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Guilty Gear Strive Directors want to share the joys of golden age arcade culture with modern players through the portal of powerful netcode

Posted by John 'Velociraptor' Guerrero • June 17, 2021 at 8:05 a.m. PDT • Comments: 14

Having just come through 2020 and all the restrictions that put on us, the days of fighting game arcade culture seem especially far away right now. COVID-19 is far from the only or main culprit responsible for the decline of the arcade scene as home consoles and the internet have, in many ways, made the old approaches for doing things obsolete.

Those who have had the opportunity to visit and compete in a thriving local arcade know that there's a special charm that comes along with the experience, and that charm is something Guilty Gear Strive Directors Daisuke Ishiwatari and Akira Katano are hoping to capture in their brand new title. The funny thing about it? They're looking to achieve this goal through the online experience.

While netcode and general online experience was more of a bonus feature just a few years ago in fighting games, it's become one of the very first boxes fans look to be checked before deciding on whether to buy or offer a passing grade to the genre's modern titles.

Arc System Works has traditionally used the inferior delay-based netcode approach for Guilty Gear entries up until Strive, for which they converted over to the much more effective and widely-accepted rollback netcode. Strive's early performance during the second beta test received rave reviews in terms of online connections and gameplay, and seems to have reached a new level of efficiency for fighting games.

Thanks to the translation help of our own Nick "MajinTenshinhan" Taylor, we've got an English version of a recent interview 4Gamer did with both Ishiwatari and Katano, and we're taking a look at a specific part of the discussion where the focus lands on netcode and what it could potentially bring to the scene if done well.

Here's what the pair had to say when asked about Strive's netcode and the responses it's been getting.

"Back in the day, the arcade events we enjoyed - how good they were, how exciting they were and how much fun they were - that is something we want to express to the new era. In fact, it's something we think we must express to them - Katano"

"We can't say that there weren't any problems at all, but I'd say that overall we've produced very good results on that front," starts Katano. "We received very high praise from many overseas players. I suppose a lot of players weren't very happy with the delay-based netcode we'd been using up until now.

"I can't sit here and tell you that Japan vs. Brazil felt smooth, but Japan vs. Korea or playing matches within America against each other was smooth and is now enjoyable for players. We definitely feel that our efforts on the netcode have bore fruit."

4Gamer then notes that Strive's top-notch netcode may be strong enough to widen the physical distance between players while still maintaining a good enough connection for online tournaments, and suggests that perhaps the kinds of regional battles that were held during the golden age of arcades could be recreated, to a degree, in an online setting.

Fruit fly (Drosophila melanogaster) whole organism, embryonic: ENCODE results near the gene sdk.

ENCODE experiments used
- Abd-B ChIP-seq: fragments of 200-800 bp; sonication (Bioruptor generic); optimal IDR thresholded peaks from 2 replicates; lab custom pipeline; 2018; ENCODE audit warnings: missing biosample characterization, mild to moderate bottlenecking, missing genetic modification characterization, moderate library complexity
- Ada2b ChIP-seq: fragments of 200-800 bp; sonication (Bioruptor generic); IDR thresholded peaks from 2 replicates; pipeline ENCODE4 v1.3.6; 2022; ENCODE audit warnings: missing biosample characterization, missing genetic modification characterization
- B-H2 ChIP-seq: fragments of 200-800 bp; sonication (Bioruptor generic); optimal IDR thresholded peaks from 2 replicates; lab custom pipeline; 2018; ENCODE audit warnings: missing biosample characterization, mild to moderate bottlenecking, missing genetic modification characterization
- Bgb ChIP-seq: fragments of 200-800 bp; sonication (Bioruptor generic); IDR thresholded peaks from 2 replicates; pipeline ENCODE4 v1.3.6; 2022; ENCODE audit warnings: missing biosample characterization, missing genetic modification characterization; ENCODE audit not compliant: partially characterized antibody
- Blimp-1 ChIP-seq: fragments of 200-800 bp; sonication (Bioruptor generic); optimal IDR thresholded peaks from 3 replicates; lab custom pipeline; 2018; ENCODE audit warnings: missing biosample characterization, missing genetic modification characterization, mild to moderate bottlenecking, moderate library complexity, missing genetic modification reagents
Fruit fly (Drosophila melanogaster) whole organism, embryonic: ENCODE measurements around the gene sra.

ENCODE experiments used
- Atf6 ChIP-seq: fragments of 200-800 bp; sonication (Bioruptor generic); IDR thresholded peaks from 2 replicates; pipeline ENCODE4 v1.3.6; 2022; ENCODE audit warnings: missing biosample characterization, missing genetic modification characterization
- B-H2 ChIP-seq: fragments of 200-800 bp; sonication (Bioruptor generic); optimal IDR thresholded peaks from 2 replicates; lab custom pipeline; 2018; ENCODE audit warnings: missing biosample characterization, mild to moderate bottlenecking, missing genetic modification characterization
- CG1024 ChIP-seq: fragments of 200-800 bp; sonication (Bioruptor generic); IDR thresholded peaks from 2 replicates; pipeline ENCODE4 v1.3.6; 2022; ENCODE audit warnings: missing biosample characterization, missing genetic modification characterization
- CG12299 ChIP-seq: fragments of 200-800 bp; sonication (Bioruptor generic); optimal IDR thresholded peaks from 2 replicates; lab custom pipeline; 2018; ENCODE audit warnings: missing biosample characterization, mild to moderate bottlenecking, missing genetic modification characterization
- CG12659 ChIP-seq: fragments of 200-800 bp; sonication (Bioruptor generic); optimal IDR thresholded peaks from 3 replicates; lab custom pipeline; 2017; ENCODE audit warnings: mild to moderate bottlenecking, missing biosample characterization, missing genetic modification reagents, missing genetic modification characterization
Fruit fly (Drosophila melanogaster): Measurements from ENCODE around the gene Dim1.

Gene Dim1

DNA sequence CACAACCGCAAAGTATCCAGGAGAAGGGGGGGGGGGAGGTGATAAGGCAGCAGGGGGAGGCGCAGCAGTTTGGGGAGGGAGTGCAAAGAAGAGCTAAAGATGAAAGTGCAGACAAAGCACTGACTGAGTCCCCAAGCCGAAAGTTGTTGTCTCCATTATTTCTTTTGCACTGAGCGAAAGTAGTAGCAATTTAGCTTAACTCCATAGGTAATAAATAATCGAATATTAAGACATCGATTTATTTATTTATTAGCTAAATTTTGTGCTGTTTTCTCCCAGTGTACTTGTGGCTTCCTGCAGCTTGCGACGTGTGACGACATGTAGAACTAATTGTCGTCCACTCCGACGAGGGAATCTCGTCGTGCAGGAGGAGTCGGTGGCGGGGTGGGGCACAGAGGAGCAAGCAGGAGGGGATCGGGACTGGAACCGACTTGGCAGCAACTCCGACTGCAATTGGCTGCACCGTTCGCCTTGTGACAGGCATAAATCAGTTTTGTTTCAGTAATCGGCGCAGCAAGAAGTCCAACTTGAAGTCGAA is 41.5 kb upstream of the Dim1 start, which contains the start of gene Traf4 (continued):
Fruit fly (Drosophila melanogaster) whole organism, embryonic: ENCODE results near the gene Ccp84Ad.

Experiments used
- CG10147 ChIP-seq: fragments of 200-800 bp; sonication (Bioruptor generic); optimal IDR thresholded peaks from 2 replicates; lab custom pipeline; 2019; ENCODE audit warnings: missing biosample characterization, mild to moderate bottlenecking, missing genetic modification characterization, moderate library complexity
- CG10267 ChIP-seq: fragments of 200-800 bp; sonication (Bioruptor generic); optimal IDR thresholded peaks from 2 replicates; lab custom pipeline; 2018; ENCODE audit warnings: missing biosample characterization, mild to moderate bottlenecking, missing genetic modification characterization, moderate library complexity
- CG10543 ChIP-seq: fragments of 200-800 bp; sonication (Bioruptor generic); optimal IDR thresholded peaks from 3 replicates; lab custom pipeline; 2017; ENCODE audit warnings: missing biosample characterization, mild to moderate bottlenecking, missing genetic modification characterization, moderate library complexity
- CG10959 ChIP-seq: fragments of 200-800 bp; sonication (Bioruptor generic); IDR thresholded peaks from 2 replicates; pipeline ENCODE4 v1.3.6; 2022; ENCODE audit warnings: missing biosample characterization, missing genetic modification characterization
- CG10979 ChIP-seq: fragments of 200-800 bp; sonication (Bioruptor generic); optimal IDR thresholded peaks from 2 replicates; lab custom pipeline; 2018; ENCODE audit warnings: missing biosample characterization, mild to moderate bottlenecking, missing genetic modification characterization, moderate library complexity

"Young players today probably don't even know about those old regional battles," reacts Ishiwatari. "We come from the arcade era, so we definitely feel like we want the arcade culture to be more well-known among players."

Katano adds, "Back in the day, the arcade events we enjoyed - how good they were, how exciting they were and how much fun they were - that is something we want to express to the new era. In fact, it's something we think we must express to them."

There might be a bit of an overzealous approach going on here as while Strive does seem to have hit a new level in the way of network battles, the divide between online and offline experiences for this genre has always been extremely vast. Having even the slightest potential for hiccups in gameplay due to lag and sudden slowdowns immediately hampers the way fans perceive the fights when it comes to competitive play.

Then there's the question of what exactly made for all the aforementioned charm of the arcade experience. While it likely wasn't the masses of sweaty people wedged into tight spaces, all clamoring to get a half-unobstructed view of the main cabinet, one does have to wonder if the face to face interactions played a major role.

Talking smack or sharing tech isn't quite the same when done on vs. offline, and so while the concept of one town's competitors being able to team up to compete fluidly online against the next town over is surely in the cards, capturing the full magic of the arcade experience still seems a good bit out of reach.

That said, the fact that developers are keeping that old school charm in mind is encouraging to see. If and when the potential to actually achieve this does surface, it would be absolutely wonderful to see brought back. Katano completes his vision in the following statement.

"This goes for all fighting game events, too. The community feeling and culture that those of us who put our heart and soul into fighting games back in the day, I'm sure we all have very good memories of it, but the new generation don't know it. We want to spread this deep charm of fighting games in a new form."

Those of you who have been able to log some online time with Strive since its release last Friday, how realistic is this vision from the game's Directors? What has the online experience been like since launch vs. during the beta? We'd love to hear your thoughts, comments, and reactions in the comments below.

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